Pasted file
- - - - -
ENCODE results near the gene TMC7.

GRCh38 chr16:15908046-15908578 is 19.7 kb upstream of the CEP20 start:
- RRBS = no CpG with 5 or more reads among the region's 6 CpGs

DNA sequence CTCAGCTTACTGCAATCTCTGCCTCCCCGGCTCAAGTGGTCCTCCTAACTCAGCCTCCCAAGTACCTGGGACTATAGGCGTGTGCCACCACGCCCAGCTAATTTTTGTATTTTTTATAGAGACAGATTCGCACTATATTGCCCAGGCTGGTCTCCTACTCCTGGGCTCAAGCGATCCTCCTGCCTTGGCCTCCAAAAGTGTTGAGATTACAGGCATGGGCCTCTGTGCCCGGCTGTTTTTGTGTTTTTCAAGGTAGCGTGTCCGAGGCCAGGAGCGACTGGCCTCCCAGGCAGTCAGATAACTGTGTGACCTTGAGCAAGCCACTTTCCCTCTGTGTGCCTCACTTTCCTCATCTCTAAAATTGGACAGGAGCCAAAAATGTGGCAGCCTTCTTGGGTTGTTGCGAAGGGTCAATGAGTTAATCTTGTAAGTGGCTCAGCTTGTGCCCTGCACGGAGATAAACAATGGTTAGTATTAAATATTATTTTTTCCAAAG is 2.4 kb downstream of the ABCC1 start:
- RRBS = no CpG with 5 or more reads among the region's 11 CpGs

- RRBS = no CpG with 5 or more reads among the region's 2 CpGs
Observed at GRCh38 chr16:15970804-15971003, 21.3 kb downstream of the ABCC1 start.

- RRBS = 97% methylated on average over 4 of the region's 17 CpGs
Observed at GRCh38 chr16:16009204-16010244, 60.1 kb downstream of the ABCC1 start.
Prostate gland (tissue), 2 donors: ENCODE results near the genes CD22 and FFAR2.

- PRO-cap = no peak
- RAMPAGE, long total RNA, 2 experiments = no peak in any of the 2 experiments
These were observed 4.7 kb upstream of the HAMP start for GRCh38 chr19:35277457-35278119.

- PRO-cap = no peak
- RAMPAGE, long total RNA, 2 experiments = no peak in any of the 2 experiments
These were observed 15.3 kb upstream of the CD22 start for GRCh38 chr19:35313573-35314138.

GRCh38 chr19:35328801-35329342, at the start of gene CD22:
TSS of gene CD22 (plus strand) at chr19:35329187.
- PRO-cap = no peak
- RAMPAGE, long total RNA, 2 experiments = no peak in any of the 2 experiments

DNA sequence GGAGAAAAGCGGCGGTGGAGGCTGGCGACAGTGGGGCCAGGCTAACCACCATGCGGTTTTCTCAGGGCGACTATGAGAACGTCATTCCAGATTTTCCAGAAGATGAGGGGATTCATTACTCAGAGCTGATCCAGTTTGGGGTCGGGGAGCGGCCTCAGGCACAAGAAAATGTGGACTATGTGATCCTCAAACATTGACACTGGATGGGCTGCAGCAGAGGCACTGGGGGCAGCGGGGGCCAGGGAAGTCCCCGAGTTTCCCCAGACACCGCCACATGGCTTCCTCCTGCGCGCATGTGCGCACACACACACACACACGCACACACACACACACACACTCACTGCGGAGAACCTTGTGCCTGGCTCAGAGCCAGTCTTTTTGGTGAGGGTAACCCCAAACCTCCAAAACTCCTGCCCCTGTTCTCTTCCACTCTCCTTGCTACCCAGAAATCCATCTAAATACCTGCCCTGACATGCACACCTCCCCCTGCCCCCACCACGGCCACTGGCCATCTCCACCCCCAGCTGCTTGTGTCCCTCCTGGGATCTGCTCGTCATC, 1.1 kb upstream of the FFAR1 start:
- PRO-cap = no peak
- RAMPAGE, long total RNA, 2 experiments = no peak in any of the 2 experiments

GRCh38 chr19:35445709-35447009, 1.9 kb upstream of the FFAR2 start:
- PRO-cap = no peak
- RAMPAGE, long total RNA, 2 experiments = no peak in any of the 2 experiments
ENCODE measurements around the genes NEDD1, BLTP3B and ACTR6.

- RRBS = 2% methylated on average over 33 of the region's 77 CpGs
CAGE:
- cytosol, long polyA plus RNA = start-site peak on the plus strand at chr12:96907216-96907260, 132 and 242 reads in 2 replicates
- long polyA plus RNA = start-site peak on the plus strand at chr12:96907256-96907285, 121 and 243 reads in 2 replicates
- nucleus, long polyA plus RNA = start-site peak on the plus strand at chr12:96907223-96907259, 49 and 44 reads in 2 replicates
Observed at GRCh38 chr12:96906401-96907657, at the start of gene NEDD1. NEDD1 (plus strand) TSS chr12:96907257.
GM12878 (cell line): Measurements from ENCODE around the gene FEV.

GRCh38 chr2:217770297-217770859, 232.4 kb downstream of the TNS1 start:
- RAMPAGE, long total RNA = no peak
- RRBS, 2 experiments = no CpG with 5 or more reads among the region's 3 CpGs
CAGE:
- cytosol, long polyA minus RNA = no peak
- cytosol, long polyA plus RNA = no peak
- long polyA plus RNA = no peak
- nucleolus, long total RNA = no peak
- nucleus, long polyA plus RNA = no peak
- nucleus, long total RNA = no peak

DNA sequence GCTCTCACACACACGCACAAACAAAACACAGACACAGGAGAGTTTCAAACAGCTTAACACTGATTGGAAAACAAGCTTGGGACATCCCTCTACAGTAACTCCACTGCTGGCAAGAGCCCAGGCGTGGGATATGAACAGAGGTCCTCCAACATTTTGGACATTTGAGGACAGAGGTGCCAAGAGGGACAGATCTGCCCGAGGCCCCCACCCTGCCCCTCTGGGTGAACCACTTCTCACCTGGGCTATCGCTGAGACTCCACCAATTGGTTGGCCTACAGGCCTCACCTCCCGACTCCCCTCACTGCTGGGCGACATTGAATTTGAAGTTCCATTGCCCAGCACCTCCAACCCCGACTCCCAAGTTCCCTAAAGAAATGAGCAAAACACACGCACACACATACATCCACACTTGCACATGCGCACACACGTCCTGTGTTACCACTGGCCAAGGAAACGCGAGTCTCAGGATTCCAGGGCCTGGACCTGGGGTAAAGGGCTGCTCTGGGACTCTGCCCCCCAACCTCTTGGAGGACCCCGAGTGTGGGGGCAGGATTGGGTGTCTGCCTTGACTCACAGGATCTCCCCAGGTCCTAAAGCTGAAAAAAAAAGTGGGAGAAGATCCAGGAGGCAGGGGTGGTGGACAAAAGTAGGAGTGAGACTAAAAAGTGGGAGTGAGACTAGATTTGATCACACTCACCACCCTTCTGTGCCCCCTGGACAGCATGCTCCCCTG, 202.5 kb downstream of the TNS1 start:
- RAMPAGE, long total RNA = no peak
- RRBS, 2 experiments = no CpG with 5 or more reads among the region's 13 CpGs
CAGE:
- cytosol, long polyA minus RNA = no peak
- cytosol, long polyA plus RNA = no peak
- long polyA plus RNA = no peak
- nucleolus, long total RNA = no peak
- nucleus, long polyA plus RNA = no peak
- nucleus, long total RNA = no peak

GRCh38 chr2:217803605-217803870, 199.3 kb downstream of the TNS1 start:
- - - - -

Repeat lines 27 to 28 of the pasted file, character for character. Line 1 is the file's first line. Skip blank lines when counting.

ENCODE measurements around the genes NEDD1, BLTP3B and ACTR6.

- RRBS = 2% methylated on average over 33 of the region's 77 CpGs